Literature search and study characteristics
The specific step of searching and selecting relevant articles was summarized in Fig. 1. To sum up, we retrieved 204 articles from PubMed, 231 articles from Wanfang databases, 198 articles from Cochrane, 221 articles from ScienceDirect website, 265 articles from CNKI, and 248 articles from SinoMed databases. Fifty-nine articles were reviewed in full text. By evaluating the full text, 27 articles were further excluded owing to listed reasons below: review articles (n = 13), not reported mean or SD (n = 7), reported dietary factors (n = 5), and letter to the editor (n = 2). Ultimately, 32 articles [16,17,18,19,20,21,22,23,24,25,26,27,28,29,30,31,32,33,34,35,36,37,38,39,40,41,42,43,44,45,46,47] met the inclusion criteria. Three studies came from Europe and the remaining 29 studies were from Asia. The characteristics of the included studies are shown in Table 1.
Serum zinc levels and lung cancer risk
In each study included in our analysis, 27 studies suggested that serum zinc levels were lower in lung cancer patients than that in controls, while four studies found a non-significant association between serum zinc levels and lung cancer. However, two studies obtained a positive association between serum zinc levels and lung cancer. Figure 2 has demonstrated the investigation results of the association between serum zinc levels and lung cancer in all the articles, as serum zinc levels in lung cancer were significantly lower than controls (summary SMD = − 0.88, 95% CI = − 0.94, − 0.82, Z value = 28.32, P for Z test < 0.001). Extreme heterogeneity was present among the pooled results (P < 0.001, I2 = 96.5%). Based on Egger’s test (P = 0.548) and the Begg’s funnel plot (Fig. 3), there existed no publication bias.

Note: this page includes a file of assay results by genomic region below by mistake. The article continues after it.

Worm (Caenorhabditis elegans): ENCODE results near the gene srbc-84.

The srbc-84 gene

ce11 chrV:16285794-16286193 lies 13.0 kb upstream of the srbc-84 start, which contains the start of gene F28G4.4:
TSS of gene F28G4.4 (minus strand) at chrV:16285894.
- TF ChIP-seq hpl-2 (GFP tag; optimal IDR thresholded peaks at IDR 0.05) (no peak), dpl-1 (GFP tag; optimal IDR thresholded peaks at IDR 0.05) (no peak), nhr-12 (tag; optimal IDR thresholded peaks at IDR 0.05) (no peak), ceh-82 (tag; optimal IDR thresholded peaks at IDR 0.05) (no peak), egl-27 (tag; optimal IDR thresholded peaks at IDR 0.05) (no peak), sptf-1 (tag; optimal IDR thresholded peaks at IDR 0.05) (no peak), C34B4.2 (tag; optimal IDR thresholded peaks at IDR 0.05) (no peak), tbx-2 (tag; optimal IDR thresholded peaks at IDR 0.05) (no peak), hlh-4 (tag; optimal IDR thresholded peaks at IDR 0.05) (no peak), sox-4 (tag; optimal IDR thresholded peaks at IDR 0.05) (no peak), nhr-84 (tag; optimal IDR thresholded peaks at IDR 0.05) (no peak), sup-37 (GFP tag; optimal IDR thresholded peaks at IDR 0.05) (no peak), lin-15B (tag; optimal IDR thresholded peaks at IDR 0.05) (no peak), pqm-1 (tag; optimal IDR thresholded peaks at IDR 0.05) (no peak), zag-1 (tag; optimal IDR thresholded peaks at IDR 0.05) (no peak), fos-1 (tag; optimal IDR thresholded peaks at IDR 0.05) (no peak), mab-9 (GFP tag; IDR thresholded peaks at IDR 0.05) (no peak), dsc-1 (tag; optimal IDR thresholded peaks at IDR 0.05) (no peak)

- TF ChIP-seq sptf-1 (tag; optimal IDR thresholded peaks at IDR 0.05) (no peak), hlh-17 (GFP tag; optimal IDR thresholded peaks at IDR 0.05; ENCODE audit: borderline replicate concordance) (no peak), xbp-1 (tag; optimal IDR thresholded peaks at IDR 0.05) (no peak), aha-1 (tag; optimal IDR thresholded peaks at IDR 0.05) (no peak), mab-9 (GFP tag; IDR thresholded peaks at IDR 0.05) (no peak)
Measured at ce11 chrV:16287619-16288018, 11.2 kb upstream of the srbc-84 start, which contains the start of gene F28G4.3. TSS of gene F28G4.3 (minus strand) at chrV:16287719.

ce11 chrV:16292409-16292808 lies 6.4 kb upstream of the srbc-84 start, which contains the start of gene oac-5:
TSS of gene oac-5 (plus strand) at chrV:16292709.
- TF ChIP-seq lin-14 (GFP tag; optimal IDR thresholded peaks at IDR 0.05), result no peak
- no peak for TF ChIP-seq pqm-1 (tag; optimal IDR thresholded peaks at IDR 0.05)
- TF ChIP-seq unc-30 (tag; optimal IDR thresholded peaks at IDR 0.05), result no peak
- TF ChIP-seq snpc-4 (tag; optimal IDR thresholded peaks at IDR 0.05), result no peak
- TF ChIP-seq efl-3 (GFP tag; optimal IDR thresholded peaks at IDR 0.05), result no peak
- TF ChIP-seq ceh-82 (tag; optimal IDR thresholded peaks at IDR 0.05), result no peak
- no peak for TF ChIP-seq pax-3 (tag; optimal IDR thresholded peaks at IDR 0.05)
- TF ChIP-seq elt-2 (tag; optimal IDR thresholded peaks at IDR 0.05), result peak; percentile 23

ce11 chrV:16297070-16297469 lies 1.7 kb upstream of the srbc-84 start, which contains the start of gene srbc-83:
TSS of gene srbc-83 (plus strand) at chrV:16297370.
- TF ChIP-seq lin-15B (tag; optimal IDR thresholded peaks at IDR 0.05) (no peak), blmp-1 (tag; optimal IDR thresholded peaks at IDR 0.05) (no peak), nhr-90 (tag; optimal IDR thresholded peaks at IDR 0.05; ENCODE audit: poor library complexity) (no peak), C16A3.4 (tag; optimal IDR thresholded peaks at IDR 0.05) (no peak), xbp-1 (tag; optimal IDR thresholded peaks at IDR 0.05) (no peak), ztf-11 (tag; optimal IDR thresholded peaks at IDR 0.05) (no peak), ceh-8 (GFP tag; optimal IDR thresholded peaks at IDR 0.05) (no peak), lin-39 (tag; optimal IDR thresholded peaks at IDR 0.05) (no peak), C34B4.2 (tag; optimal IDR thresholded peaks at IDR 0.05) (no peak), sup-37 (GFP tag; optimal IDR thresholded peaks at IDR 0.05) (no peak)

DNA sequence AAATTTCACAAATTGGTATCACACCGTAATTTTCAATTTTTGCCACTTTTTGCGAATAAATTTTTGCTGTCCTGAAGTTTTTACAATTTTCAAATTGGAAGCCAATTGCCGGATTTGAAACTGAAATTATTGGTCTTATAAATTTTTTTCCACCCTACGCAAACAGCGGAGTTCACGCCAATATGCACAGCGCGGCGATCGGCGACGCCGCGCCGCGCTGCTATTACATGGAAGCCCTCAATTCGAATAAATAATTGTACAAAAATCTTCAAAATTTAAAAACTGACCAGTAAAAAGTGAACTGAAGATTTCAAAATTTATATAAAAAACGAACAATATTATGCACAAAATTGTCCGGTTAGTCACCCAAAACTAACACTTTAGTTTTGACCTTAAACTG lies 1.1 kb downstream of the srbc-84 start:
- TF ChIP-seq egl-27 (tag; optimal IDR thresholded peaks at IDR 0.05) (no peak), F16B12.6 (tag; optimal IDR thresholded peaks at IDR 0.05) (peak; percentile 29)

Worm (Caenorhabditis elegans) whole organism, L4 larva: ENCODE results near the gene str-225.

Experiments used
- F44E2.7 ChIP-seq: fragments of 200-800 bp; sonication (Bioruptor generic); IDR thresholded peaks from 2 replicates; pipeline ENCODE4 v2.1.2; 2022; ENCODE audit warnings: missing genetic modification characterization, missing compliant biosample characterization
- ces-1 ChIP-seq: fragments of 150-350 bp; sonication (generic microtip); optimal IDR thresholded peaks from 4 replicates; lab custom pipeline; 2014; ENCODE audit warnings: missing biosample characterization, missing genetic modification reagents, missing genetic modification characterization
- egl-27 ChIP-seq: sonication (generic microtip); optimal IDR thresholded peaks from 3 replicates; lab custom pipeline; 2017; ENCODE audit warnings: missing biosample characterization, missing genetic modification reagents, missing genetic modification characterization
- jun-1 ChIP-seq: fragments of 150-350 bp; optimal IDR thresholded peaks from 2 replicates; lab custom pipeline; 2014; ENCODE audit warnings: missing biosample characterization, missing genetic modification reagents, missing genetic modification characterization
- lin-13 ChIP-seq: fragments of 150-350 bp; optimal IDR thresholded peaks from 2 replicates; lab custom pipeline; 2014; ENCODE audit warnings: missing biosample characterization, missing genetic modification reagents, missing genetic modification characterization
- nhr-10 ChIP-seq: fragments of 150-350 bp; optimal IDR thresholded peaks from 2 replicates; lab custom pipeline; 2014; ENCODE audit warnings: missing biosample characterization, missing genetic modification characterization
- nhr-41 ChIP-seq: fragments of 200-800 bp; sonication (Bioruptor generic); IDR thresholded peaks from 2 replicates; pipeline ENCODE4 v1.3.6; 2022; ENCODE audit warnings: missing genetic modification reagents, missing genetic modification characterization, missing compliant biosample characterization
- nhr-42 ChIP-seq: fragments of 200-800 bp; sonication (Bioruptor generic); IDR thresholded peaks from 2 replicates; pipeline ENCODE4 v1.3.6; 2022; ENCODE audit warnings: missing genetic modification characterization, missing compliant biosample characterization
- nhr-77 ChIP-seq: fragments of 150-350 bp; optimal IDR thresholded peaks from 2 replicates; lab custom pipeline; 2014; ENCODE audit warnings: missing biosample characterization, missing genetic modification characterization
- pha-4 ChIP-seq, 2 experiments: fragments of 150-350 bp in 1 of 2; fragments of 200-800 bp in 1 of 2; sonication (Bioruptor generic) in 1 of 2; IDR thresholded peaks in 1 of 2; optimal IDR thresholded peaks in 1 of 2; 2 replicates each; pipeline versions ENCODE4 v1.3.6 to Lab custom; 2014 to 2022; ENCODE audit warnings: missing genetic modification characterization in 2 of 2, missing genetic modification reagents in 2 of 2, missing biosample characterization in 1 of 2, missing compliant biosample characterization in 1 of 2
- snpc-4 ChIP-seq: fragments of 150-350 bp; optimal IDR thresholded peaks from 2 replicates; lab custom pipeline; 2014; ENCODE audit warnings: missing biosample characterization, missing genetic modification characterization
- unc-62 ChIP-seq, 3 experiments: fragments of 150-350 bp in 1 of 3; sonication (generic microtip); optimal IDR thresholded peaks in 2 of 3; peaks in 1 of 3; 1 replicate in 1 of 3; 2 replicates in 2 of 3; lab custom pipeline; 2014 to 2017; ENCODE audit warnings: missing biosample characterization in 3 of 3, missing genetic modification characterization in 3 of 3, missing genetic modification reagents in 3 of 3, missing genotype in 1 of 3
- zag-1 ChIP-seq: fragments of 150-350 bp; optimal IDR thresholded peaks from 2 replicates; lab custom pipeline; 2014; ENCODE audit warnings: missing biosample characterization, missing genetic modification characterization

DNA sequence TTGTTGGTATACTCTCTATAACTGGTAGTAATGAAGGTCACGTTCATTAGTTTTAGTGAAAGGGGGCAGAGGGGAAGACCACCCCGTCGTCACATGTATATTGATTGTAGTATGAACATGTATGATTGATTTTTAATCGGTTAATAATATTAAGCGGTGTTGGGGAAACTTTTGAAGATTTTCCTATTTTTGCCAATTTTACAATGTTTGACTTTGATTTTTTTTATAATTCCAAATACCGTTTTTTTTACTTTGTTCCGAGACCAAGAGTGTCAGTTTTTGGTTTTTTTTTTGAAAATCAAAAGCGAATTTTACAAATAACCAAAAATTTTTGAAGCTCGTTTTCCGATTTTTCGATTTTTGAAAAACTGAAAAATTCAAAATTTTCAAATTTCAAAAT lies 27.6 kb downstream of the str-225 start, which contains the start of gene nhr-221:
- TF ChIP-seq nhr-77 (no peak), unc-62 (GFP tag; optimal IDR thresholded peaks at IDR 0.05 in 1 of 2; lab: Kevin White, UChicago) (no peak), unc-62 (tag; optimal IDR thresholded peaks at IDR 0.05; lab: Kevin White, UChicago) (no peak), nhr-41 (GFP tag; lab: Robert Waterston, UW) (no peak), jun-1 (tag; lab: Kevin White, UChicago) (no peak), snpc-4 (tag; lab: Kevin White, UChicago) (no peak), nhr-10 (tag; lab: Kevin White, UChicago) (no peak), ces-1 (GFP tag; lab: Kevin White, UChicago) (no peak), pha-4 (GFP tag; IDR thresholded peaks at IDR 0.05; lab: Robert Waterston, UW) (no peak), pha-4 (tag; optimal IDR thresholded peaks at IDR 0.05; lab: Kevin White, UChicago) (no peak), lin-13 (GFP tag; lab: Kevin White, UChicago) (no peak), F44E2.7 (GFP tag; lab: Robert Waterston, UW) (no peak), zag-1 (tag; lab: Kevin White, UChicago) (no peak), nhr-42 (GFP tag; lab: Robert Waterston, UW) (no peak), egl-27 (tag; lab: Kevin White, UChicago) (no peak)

Subgroup analyses by study design and geographic location were conducted to further examine serum zinc levels and lung cancer risk. We found lower serum zinc levels in lung cancer patients than that in controls both in European populations (summary SMD = − 0.65, 95% CI = − 0.89, − 0.41, Z value = 5.25, P for Z test < 0.001, I2 = 0.0%) and Asian populations (summary SMD = − 0.90, 95% CI = − 0.96, − 0.83, Z value = 27.90, P for Z test < 0.001, I2 = 96.8%). Thirty-one of the 32 studies were case-control studies, and the result was consistent with the overall result (summary SMD = − 0.89, 95%CI = − 0.95, − 0.83, Z value = 28.47, P for Z test < 0.001, I2 = 96.6%).